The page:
Cox, Eugene L. (1967). The Green Count of Savoy. Princeton, New Jersey: Princeton University Press. LCCN 67-11030.

    Charter given by Louis to the Hospital of the Holy Spirit in Nuremberg taken from the collections of the LBA Marburg

  4. Louis IV, Holy Roman Emperor - Wikimedia Commons

    commons.wikimedia.org/wiki/Louis_IV,_Holy_Roman...

    Deutsch: Ludwig IV. (1281/1282-1347) war deutscher König (1314-1347) und Kaiser des Heiligen Römischen Reichs. English: Louis IV. (1281/1282-1347) was king of Germany (1314-1347) and Holy Roman Emperor. Italiano: Luigi IV (1281/1282-1347), detto "Ludovico il Bavaro", fu imperatore del Sacro Romano impero (1328–1347).

  5. Emperor Louis IV of the Holy Roman Empire : Family tree by ...

    gw.geneanet.org/comrade28?lang=en&n=empire&oc=0&...

    Louis IV, Holy Roman Emperor.Louis IV of Bavaria of the House of Wittelsbach (born 1282) was duke of Bavaria from 1294/1301 together with his brother Rudolf I, also count of the Palatinate until 1329 and, German king since 1314 and crowned as Holy Roman Emperor in 1328. Louis died on October 11, 1347 when he suffered a stroke during a bear-hunt in Puch near Fürstenfeldbruck.

  6. Louis IV, Holy Roman Emperor - The Reader Wiki, Reader View ...

    thereaderwiki.com/en/Louis_IV,_Holy_Roman_Emperor

    Louis IV (German: Ludwig; 1 April 1282 – 11 October 1347), called the Bavarian, of the house of Wittelsbach, was King of the Romans from 1314, King of Italy from 1327, and Holy Roman Emperor from 1328. Louis IV was Duke of Upper Bavaria from 1294/1301 together with his elder brother Rudolf I, served as Margrave of Brandenburg until 1323, as Count Palatine of the Rhine until 1329, and he became Duke of Lower Bavaria in 1340.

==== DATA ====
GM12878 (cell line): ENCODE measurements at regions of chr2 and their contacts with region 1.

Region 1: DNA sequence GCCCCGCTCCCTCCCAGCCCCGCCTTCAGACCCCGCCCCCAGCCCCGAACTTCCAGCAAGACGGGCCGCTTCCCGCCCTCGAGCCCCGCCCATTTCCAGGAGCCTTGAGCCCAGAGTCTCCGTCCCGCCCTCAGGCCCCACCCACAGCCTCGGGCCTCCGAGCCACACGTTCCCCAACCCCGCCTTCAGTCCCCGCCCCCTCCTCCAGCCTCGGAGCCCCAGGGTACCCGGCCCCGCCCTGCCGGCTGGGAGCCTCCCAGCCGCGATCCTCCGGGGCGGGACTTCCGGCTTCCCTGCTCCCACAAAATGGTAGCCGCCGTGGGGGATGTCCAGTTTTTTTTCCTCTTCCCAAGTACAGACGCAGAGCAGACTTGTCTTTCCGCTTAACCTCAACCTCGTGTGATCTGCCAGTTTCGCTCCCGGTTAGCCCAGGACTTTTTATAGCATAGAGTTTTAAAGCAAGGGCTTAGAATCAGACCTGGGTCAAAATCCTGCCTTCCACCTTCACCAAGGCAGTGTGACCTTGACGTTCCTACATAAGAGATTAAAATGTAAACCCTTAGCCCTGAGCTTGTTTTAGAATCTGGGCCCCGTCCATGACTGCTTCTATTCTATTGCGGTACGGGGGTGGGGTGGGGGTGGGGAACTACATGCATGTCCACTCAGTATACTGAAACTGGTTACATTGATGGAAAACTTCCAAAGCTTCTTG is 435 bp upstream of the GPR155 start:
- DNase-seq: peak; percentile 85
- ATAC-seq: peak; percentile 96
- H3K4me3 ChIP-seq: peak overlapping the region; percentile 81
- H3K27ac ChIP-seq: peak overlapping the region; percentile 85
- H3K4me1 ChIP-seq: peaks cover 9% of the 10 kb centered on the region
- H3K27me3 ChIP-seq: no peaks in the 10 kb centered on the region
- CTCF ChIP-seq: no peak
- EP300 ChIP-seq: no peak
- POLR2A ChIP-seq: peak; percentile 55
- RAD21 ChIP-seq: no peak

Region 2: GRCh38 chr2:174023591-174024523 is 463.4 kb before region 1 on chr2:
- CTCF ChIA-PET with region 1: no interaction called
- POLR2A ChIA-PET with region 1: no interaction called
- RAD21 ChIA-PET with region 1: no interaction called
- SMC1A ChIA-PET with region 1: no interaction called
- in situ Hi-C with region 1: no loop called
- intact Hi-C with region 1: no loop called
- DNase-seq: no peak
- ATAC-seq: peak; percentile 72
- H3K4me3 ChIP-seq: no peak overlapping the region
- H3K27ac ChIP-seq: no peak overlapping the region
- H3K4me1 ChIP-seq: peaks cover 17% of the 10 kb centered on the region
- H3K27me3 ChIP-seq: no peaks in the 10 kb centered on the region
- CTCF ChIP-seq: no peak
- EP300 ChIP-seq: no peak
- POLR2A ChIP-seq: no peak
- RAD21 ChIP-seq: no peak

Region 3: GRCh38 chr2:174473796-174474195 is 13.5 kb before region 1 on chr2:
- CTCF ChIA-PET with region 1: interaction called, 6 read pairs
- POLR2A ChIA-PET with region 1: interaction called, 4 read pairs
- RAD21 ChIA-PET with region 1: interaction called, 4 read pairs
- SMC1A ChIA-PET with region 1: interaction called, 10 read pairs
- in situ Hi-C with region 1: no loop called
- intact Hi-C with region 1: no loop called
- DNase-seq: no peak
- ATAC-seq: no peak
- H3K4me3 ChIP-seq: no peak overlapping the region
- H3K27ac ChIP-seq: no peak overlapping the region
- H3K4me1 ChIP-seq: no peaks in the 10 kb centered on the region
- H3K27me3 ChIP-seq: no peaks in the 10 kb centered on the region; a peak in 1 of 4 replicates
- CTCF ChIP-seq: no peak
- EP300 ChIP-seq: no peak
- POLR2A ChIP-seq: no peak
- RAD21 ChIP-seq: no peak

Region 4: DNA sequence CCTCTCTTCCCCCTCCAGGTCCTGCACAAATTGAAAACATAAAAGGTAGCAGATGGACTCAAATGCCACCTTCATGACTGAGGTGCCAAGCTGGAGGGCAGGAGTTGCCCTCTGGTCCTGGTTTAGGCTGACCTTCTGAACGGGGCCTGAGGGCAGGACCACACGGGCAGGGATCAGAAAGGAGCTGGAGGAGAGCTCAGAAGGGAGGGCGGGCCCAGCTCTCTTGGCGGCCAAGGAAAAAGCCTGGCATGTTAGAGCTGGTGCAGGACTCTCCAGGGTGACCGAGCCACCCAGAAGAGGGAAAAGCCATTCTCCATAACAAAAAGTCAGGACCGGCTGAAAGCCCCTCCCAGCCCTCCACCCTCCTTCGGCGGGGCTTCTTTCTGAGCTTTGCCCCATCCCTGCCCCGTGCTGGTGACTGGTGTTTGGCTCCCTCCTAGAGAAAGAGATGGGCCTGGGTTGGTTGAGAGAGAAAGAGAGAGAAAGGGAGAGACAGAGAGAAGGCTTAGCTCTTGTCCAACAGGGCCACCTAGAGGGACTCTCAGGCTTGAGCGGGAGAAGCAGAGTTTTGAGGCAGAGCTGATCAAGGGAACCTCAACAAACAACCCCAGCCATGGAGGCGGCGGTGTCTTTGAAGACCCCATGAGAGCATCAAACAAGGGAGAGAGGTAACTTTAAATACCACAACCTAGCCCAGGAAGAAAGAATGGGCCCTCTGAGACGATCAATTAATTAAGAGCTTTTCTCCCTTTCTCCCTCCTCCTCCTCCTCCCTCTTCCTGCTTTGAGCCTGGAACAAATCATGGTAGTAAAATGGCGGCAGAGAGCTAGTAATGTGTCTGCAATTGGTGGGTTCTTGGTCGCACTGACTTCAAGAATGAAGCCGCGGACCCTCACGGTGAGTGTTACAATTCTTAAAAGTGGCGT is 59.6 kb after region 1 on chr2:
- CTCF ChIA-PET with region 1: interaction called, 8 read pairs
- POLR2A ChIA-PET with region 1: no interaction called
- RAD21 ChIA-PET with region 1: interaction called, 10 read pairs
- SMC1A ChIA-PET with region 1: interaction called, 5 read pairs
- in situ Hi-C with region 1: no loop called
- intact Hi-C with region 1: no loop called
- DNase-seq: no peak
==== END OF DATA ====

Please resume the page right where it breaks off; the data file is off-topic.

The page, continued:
7. Category:Louis IV, Holy Roman Emperor - Wikimedia Commons

    commons.wikimedia.org/wiki/Category:Louis_IV...

    Apr 07, 2020 · Louis IV de Bavière empereur germanique.jpg 518 × 1,000; 316 KB Louis IV de Bavière palais des papes.jpg 1,200 × 1,600; 615 KB Louis IV, Holy Roman Emperor.jpg 903 × 1,231; 1.14 MB

  8. This list includes all 47 German monarchs crowned from Charlemagne until the dissolution of the Holy Roman Empire (800–1806). Several rulers were crowned King of the Romans (King of Germany) but not emperor, although they styled themselves thus, among whom were: Conrad I of Germany and Henry the Fowler in the 10th century, and Conrad IV, Rudolf I, Adolf and Albert I during the interregnum of ...

  9. Holy Roman Empire - Wikipedia

    en.wikipedia.org/wiki/First_Reich

    The Holy Roman Empire (Latin: Sacrum Imperium Romanum; German: Heiliges Römisches Reich), later referred to as the Holy Roman Empire of the German Nation, was a multi-ethnic complex of territories in Western and Central Europe that developed during the Early Middle Ages and continued until its dissolution in 1806 during the Napoleonic Wars.